Documents, Manuscripts, Maps, & Photographs
Manuscript Group 159, Randolph Township, New Jersey Township Committee
Minute book, 1806-1835, 0.02 linear feet / 1 volume
Call Number: MG 159
Proceedings of a committee established "agreeable to an act of Assembly for setting off and making the Township of Randolph passed at Trenton on the 13th day of November 1805." Randolph Township was formed from Mendham Township on January 1, 1806. Minutes of town meetings, including accounts of overseers of the poor.
In 1713, John Reading surveyed and sold portions of the land that would become Randolph Township. Most of the early settlers in this area were Quakers. The township itself was formed in 1805 from land formally in Mendham Township. The new township was named after Hartshorn Fitz Randolph and was located in the middle of Morris County, New Jersey. While the hilly country was not good for agriculture, it was rich in iron ore deposits and led to the development of a successful mining industry in the 19th century. The Dickerson and Succasunna mines were located in Randolph Township.
A History of Morris County, New Jersey (New York, NY: Lewis Historical Publishing, 1914).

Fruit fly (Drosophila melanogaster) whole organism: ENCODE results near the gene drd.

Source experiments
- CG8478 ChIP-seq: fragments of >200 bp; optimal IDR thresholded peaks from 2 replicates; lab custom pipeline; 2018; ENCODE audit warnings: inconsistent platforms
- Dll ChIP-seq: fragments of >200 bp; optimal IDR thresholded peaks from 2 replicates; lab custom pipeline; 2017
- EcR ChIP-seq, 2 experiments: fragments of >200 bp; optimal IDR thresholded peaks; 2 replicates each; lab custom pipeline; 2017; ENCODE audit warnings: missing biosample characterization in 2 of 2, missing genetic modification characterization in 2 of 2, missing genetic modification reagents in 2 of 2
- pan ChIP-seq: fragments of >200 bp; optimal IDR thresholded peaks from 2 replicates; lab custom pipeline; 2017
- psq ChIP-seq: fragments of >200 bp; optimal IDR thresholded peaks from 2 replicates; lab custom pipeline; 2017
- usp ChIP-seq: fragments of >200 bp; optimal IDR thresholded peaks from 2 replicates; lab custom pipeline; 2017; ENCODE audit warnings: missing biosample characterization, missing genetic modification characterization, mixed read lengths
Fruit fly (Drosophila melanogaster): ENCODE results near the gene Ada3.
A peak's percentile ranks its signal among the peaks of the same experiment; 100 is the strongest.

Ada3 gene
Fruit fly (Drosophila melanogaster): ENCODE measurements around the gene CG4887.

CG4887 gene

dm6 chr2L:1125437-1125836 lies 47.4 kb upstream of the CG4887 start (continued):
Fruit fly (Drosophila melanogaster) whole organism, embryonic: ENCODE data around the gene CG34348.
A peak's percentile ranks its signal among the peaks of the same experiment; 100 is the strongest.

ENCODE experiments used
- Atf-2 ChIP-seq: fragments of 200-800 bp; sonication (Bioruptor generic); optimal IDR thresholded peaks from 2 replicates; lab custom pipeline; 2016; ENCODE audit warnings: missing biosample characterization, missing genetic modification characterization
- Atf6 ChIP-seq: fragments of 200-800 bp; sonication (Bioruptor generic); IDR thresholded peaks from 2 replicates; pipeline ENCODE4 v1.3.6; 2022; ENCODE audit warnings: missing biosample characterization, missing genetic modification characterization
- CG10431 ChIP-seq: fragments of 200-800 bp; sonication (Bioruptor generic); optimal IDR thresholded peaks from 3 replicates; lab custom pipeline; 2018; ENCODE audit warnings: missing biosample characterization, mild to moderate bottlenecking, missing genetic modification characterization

The source of this collection is unknown.
This collection contains one volume of the Proceedings of the Township Committee established when Randolph Township was formed out of Mendham Township on January 1, 1806. The Committee began with joint meetings of the townships of Mendham and Randolph. The minutes contain chronological entries that discuss the collection of taxes, paupers who were "farmed out" and for whom money was disbursed. For example the Overseers of the Poor, a township committee, gave assistance to the widow Sarah Osborne (a pauper), who simultaneously collected $100 from Elizabethtown (1806). It also built a house for Daniel Aber, who later became a tenant (1807-1817) and supplied Phebe Little with a "pension" (1821). Overseers of the Poor and the Roads included Ebenezer Coe (1755-1839), Stephen Conger (fl. 1806-1835), John Dalyrymple (fl. 1806-1835), Joshua Mott (fl. 1806-1835), and others. The minutes also contain notes on the election of chairmen, special appointments, "salary" payments, and township budgets.
The records consist primarily of minutes but also contain accounts such as the collection and dispersal of township revenue including poor, road, dog, and "peddlar’s" taxes, and fines accrued from the selling of stray animals. Other monetary transactions include the settling of financial disputes, payrolls for road workers, notes on "bad" money, and charges for "dog damage."Related Collections:
For more information on New Jersey Overseers of the Poor see:
Processed by James Lewis, July 2001 as part of the "Farm to City" project funded by a grant from the National Historical Publications and Records Commission.
The New Jersey Historical Society